So did we see the same thing out of the Miami Heat? In Game 2 of the NBA Finals? Smart basketball minds had little difficulty spotting the disaster they were creating for themselves even as it was happening. “Hero ball” took over and the points stopped coming. There was no chemistry, no semblance of order or purpose, just basketball players (albeit a few very very good ones) telling everyone and each other, “I got this.” What resulted was one of the most stunning collapses/comebacks (I suppose it depends on which camp you’re in) in Finals history.

Is there writing on the walls? If so, I’d warrant the paint is still wet.

LeBron James has stirred his fair share of controversy in the NBA, and not just in the past 10 months. But trust issues? Was there ever an inkling of dissension in the ranks, at least among the players, that threatened to derail a team of his? I’ve always imagined issues on or off the court being easily remedied by each player sticking his friendship ring into a circle and giving a loud, “huzzah!” It was so visible in Cleveland. The elaborate handshakes, the choreographed introductions and celebrations, it all pointed to a tight-knit basketball commune, bearing serious resemblance to the teams of the old Soviet Union who basically grew up together. It’s a departure from Jordan’s fiery intensity that is oh so relevant in the Great Debate. LeBron is praised for his distribution as much as his scoring; he elevated players to levels hitherto unknown (if you’ll forgive the narrative standby). It was still LeBron & the rest as far as talent and responsibility were concerned, but one man does not a basketball team make.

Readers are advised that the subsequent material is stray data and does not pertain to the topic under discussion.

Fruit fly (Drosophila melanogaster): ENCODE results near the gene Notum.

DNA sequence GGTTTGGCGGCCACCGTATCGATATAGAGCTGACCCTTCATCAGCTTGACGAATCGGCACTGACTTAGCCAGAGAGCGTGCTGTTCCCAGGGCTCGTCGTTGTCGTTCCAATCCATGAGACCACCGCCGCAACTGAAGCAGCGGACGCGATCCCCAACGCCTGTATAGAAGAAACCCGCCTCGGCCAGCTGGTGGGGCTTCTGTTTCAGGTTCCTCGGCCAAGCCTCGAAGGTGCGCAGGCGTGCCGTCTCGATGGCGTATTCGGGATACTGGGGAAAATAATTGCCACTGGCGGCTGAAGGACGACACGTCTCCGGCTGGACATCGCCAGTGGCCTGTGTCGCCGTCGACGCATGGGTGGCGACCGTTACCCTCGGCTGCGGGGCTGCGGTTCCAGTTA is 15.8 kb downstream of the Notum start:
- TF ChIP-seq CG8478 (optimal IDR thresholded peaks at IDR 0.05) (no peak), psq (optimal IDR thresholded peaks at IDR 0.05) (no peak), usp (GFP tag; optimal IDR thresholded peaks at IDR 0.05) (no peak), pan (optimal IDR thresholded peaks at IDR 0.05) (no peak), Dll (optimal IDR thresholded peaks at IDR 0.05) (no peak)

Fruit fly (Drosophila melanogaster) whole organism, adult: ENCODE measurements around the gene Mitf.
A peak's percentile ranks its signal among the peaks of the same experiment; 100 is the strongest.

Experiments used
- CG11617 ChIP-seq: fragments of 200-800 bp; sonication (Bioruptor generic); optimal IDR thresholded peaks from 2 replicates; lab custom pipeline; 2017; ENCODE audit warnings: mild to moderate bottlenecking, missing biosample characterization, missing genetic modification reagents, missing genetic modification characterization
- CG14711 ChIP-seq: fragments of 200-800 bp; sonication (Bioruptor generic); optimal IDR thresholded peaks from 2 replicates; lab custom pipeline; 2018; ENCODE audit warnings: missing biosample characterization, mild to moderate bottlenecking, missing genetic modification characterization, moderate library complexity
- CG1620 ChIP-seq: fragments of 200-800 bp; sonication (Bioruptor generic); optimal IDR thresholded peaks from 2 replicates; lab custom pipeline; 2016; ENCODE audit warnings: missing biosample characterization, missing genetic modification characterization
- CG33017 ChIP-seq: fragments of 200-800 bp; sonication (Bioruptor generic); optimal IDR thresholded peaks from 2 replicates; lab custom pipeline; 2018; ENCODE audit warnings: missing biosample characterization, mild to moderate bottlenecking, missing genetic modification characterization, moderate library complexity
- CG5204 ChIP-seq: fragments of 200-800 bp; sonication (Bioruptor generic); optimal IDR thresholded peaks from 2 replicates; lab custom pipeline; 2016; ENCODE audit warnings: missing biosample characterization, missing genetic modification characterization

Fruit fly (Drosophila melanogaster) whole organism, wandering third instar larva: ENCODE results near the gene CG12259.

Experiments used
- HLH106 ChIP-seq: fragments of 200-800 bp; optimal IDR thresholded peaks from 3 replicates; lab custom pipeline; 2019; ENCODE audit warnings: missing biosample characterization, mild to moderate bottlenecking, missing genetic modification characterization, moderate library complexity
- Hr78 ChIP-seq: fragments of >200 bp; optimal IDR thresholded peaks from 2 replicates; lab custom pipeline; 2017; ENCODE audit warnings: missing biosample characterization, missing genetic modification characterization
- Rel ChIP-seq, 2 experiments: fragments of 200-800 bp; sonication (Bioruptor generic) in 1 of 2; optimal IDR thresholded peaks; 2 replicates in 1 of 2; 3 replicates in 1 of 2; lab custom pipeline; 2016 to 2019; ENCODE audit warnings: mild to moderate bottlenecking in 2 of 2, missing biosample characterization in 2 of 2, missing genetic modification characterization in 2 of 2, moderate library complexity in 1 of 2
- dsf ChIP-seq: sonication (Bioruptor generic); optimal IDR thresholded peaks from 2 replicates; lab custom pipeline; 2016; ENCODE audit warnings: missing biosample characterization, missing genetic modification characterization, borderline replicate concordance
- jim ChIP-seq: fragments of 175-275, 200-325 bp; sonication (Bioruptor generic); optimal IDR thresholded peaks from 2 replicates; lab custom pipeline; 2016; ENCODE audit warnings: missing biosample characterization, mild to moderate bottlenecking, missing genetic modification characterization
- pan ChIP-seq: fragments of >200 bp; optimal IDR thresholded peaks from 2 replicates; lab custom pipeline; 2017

Unfortunately, that saying still holds true for three people–two if you trust Carlos Boozer. Yet that’s exactly what the Heat turned into Thursday night. It was subtle, again, but it was amplified by its results. What was first hinted at with Dwyane Wade refusing to give the ball up to Mario Chalmers during a two-on-one (he scored anyway, for the record) rapidly evolved into a me-against-the-world approach to basketball. And it failed, miserably. Chris Bosh was essentially frozen out of the offense in the last few minutes, and while he’d had an awful offensive game to that point, he remains the Heat’s third-best player by a wide margin. LeBron and Wade mixed dribbling with stepbacks and long threes. Even on the last play of the game, Chalmers–the guy who was 6 percentage points better from behind the arc than Wade this season, and had tied the game a possession earlier–was left largely uncovered just a step behind the arc. Time constraints obviously limited his involvement, but even if there was another second or two on the clock, is anyone confident Wade would’ve given that ball up?

The top guns of the Miami Heat seemed convinced that they were the only ones who could deliver victory in Game 2. These are the same guys that won just about every game for the Heat to this point, but it didn’t come off as confident in Game 2. It came off as stubborn, arrogant even, if you prefer to read that far into things. The supporting cast in Cleveland wasn’t great, but they certainly eclipsed their Miami counterparts. Maybe that talent disparity is enough to discourage the kind of cooperation that formed the norm in Ohio? Or maybe it borne solely of confidence, perhaps overblown by the very heroics that carried Miami to where they are now. It shouldn’t matter. The Heat are headed to Dallas with a “1-1” scratched into the whiteout covering the spot where “2-0” was penned in. They’re in this situation because of something that had previously been a non-issue. That’s enough to be worried about.